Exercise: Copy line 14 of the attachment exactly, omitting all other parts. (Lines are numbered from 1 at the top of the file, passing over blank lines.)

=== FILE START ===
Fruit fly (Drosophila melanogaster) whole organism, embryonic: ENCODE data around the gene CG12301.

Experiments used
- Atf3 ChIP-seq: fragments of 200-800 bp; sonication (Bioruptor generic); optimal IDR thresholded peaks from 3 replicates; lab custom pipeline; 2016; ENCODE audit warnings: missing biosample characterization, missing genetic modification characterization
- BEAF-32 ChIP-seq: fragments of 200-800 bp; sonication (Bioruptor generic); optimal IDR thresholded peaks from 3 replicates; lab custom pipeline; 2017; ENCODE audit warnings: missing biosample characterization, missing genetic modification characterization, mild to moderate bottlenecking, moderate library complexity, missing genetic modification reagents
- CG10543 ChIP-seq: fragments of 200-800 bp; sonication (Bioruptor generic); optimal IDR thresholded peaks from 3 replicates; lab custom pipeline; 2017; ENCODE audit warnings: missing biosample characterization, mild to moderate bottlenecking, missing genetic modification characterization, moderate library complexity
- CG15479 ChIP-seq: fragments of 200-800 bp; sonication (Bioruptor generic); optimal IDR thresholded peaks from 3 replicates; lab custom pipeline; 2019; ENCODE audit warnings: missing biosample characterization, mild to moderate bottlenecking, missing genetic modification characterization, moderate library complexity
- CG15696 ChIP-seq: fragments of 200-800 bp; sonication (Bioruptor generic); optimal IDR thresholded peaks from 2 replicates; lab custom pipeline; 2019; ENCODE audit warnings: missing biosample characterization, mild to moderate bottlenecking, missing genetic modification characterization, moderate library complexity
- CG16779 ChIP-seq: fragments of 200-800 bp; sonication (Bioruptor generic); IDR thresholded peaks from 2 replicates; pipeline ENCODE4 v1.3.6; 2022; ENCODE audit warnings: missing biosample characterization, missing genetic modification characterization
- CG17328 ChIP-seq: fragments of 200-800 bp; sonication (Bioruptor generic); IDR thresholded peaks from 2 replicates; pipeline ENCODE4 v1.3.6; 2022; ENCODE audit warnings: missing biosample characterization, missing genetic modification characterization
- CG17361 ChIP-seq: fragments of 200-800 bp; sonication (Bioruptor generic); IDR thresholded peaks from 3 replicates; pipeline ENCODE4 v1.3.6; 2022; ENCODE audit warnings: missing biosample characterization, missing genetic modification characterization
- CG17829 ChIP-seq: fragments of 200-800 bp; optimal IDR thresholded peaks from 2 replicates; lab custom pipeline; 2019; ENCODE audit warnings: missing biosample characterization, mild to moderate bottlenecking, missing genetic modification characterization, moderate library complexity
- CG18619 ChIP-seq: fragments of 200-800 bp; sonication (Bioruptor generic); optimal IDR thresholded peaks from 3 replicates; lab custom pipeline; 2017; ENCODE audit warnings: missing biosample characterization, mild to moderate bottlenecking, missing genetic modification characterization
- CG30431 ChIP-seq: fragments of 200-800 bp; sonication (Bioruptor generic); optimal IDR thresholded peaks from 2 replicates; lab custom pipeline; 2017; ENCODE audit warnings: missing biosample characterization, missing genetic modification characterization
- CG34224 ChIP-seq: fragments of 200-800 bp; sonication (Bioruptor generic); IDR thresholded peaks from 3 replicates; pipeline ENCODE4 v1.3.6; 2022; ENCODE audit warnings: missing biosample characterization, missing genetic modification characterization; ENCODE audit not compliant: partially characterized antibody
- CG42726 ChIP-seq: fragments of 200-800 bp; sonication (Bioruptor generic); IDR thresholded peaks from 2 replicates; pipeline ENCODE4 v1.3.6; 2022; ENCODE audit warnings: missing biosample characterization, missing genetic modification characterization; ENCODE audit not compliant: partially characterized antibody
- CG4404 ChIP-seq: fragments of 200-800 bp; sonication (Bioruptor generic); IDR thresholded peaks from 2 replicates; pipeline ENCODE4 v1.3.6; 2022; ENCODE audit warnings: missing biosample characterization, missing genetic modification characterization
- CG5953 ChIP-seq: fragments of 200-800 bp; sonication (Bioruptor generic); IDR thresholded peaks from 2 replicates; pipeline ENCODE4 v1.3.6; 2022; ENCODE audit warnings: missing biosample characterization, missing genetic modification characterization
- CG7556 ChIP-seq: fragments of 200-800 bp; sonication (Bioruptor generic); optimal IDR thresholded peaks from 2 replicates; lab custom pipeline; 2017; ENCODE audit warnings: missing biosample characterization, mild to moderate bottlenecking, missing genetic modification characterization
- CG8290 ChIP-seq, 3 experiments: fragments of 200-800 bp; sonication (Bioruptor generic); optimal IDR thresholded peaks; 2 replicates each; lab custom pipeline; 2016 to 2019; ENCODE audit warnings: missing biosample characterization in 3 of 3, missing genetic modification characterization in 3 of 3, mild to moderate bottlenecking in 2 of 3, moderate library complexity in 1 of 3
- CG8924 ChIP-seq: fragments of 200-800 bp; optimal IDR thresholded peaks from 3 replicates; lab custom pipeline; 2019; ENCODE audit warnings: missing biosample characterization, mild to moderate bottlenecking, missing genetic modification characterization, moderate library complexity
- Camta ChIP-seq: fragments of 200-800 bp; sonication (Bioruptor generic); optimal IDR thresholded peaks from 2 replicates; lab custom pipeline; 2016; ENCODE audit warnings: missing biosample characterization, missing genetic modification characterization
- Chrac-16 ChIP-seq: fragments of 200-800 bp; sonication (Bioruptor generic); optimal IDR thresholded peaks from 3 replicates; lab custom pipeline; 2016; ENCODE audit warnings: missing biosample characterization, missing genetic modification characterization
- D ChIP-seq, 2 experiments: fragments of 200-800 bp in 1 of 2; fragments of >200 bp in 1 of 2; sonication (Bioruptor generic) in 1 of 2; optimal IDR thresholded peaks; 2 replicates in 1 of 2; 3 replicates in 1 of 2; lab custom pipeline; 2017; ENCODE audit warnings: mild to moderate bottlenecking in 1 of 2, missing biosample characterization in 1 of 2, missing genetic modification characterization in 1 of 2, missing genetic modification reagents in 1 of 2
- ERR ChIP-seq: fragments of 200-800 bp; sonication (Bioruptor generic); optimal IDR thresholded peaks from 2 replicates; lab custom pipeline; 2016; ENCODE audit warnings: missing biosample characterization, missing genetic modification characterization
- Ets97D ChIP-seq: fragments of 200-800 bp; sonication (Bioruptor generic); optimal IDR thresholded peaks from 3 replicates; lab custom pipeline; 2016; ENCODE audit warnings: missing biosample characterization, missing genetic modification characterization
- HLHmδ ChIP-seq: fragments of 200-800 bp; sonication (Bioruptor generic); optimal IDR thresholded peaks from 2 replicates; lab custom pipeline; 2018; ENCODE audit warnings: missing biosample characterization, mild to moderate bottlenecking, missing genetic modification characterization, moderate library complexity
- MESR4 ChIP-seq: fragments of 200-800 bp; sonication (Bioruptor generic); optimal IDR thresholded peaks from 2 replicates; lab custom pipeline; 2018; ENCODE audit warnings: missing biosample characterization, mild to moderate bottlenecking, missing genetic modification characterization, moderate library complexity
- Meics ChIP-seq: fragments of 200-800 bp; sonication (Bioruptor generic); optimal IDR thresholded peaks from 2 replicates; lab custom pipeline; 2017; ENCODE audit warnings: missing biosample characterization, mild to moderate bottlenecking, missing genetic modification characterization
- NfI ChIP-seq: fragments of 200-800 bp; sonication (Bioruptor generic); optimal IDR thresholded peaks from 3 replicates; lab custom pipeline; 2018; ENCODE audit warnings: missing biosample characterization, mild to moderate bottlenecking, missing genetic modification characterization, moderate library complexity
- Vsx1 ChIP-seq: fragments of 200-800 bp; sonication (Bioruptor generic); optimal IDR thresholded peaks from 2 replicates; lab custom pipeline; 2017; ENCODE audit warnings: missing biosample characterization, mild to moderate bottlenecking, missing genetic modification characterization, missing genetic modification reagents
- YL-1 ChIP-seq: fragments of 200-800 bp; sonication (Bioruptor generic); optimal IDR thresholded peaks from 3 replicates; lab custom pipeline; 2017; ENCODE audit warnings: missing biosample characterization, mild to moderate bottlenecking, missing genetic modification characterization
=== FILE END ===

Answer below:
- CG34224 ChIP-seq: fragments of 200-800 bp; sonication (Bioruptor generic); IDR thresholded peaks from 3 replicates; pipeline ENCODE4 v1.3.6; 2022; ENCODE audit warnings: missing biosample characterization, missing genetic modification characterization; ENCODE audit not compliant: partially characterized antibody